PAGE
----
There are many things to consider prior to, and after testing. There are also many issues that face the HBOC syndrome population as a whole or a portion thereof. Some of these issues may have an effect on the tough decisions a carrier has to make and when in their journey they will make them.
A confirmed genetic predisposition in the family may affect the ability to purchase certain types of insurance. Ensure life and disability insurance policies are in place before considering genetic testing.
Physicians who specialize in fertility can help hereditary cancer previvors or survivors take control of their reproductive life.
For instance, a women without a partner can freeze her eggs. This requires a course of treatment with fertility drugs, and retrieval of the eggs under anesthesia in a short procedure. Eggs can stay frozen for years, then thawed and fertilized when a woman is ready to have a child. Women with a partner can undergo a similar procedure, only their eggs are fertilized immediately and frozen as embryos.
Contact a fertility clinic in your area for more information on options in the event of a cancer diagnosis or preventative ovary removal.
HBOC syndrome carriers develop cancer at a much higher rate, often at a younger age.
- HBOC syndrome carriers often endure cancer diagnoses in young adulthood so may be dealing with young families and are without disability insurance or other financial resources.
Ensure a financial plan is in place in the event of a cancer diagnosis occur or to carry through during preventative surgery and recovery.
Hereditary cancer, especially when diagnosed at a young age, may tend to be aggressive.
We are only just starting to see targeted hereditary cancer treatment clinical trials. There is no mainstream treatment availability to date, so prevention and early detection are key.
Cumulative Wait Times
The first decision in a prospective HBOC syndrome carrier’s journey is whether to go for genetic testing. Once that decision is made some regions report long wait times for the appointment and several months for test results.
Breast cancer patients are not always being given the option for immediate reconstruction at the time of their mastectomy and may endure a lengthy period without breasts during their wait for delayed reconstruction. Previvors choosing preventative double-mastectomy plus reconstruction may wait even longer. Some are being diagnosed with cancer during the long wait.
It is important to note that to move through the breast reconstruction process may take more than one surgery and recovery time
Other preventative surgeries such as ovary removal may take several months to a year to move through the required appointments to the date of surgery.
By the time an HBOC syndrome carrier has their status confirmed, goes through their decision-making process and moves through screening appointments and preventative surgeries it could be many years.
When deciding when to go for genetic testing or to arrange for preventative surgeries it is important to consider the length of wait times in your region.
Cancer risk-reduction options are drastic, and haven’t changed much in 20 years
Although HBOC Syndrome carriers are thankful to have the options they do for cancer risk-reduction, today’s options are very drastic and can cause additional issues that affect the rest of their lives. Little progress has been made in the years since the first HBOC syndrome mutation was discovered. If we want to see less invasive prevention options for our children and their children, we must band together to do something now.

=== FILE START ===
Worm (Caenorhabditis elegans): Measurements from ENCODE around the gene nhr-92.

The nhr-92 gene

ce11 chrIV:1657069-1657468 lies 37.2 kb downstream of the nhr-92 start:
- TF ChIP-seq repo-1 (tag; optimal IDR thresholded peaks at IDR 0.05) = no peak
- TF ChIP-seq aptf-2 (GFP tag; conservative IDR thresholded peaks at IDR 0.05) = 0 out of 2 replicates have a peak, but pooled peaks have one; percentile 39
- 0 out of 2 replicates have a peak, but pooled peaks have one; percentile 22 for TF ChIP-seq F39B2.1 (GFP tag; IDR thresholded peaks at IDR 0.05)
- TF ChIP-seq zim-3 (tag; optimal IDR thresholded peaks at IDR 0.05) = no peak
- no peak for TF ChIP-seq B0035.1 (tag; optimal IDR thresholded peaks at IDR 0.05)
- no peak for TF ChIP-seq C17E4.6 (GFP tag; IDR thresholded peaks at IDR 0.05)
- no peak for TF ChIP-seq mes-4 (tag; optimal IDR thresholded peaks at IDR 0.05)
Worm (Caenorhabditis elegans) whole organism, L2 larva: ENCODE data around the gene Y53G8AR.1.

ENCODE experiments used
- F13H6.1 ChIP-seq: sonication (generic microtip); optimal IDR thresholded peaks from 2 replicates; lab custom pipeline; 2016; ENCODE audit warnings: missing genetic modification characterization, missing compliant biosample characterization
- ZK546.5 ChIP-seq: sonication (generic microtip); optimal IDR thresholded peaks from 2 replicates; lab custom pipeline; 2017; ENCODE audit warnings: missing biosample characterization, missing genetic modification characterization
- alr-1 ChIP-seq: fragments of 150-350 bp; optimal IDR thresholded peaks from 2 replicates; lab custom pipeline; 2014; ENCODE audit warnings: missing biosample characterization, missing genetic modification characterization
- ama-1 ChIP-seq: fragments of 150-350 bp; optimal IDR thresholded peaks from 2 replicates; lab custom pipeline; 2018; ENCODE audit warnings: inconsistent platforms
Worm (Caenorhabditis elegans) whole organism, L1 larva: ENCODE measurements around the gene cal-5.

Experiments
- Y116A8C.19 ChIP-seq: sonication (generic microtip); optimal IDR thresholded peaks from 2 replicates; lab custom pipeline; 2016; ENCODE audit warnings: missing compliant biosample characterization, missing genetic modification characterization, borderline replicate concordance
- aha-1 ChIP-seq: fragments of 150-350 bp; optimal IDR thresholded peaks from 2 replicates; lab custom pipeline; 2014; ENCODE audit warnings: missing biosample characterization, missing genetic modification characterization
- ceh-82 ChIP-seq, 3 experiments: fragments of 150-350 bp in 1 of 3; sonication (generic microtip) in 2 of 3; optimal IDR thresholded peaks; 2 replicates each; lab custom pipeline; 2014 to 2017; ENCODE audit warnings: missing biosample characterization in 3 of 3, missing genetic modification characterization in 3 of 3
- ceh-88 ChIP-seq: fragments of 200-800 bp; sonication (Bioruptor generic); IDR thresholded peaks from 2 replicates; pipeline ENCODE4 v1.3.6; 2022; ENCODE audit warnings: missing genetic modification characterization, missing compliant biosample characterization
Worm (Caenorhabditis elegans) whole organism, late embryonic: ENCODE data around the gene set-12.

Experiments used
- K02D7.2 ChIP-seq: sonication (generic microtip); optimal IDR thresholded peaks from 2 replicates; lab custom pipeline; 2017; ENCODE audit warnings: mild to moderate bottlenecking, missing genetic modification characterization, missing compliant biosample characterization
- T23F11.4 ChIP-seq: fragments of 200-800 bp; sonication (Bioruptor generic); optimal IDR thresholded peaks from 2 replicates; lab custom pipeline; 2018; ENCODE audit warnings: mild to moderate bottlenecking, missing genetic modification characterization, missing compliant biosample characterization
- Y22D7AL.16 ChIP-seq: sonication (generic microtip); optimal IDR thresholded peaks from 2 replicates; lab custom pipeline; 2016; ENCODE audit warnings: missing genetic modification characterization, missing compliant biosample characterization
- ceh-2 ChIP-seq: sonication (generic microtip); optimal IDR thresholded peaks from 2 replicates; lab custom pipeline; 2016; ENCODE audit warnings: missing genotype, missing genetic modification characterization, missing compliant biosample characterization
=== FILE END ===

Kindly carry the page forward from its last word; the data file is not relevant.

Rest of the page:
Research funds are needed to find less invasive ways of preventing cancer in HBOC syndrome carriers.
Hereditary breast, ovarian and prostate cancer affects at least 3-5 times more people than does multiple sclerosis, and that number is growing. Some statistics report 80% of HBOC syndrome carriers have not yet been found.
Hereditary cancer is not well known or represented. Please help us search out and save the lives of others similarly affected by sharing information with your medical professional and others, and getting otherwise involved in your cause.
Lack of Resources
Despite having the most need, funding for the hereditary component of breast, ovarian, prostate and the other cancers that HBOC syndrome carriers are susceptible to has been minimal or in some cases non-existent. It is important that carriers themselves turn their funding inwards.
Spread awareness by sharing information with your friends, family and colleagues by word of mouth or on social media.
The only way to ensure your donations go towards hereditary cancer is to donate to an organization dedicated to hereditary cancer.
The only organizations in Canada specifically dedicated to HBOC syndrome are:
The HBOC Society, based out of Alberta, they represent, educate and support individuals, families and communities affected by HBOC syndrome across the nation and beyond.
Risky Genes is an offshoot of the HBOC Society specifically designed to encourage connection and to entice young HBOC syndrome carriers to make a difference for themselves and their future.
Familial Breast Cancer Research Unit, Toronto Women’s Hospital: World leaders in the study of inherited cancers.
HBOC syndrome carriers need to be seen and heard.
When donating to or attending a run or event for other organizations, make sure to ask where your funding will be directed. This will help put pressure on those organizations to step up in support of their hereditary component.
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